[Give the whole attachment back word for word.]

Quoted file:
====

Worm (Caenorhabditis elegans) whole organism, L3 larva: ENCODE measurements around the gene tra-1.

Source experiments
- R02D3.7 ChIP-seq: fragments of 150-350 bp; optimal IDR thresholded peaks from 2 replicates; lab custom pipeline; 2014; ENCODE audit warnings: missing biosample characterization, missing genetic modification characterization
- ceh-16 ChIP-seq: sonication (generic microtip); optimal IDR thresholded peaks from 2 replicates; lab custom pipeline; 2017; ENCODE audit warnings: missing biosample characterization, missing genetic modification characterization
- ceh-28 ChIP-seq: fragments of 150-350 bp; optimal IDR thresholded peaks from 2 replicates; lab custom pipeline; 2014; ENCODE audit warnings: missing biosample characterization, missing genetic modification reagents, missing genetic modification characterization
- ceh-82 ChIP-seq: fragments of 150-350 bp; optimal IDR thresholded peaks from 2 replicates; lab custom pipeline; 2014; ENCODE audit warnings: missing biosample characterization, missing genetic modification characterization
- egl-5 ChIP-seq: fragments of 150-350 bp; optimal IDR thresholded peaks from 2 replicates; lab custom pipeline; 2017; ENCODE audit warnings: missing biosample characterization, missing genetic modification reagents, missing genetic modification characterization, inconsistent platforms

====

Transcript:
Worm (Caenorhabditis elegans) whole organism, L3 larva: ENCODE measurements around the gene tra-1.

Source experiments
- R02D3.7 ChIP-seq: fragments of 150-350 bp; optimal IDR thresholded peaks from 2 replicates; lab custom pipeline; 2014; ENCODE audit warnings: missing biosample characterization, missing genetic modification characterization
- ceh-16 ChIP-seq: sonication (generic microtip); optimal IDR thresholded peaks from 2 replicates; lab custom pipeline; 2017; ENCODE audit warnings: missing biosample characterization, missing genetic modification characterization
- ceh-28 ChIP-seq: fragments of 150-350 bp; optimal IDR thresholded peaks from 2 replicates; lab custom pipeline; 2014; ENCODE audit warnings: missing biosample characterization, missing genetic modification reagents, missing genetic modification characterization
- ceh-82 ChIP-seq: fragments of 150-350 bp; optimal IDR thresholded peaks from 2 replicates; lab custom pipeline; 2014; ENCODE audit warnings: missing biosample characterization, missing genetic modification characterization
- egl-5 ChIP-seq: fragments of 150-350 bp; optimal IDR thresholded peaks from 2 replicates; lab custom pipeline; 2017; ENCODE audit warnings: missing biosample characterization, missing genetic modification reagents, missing genetic modification characterization, inconsistent platforms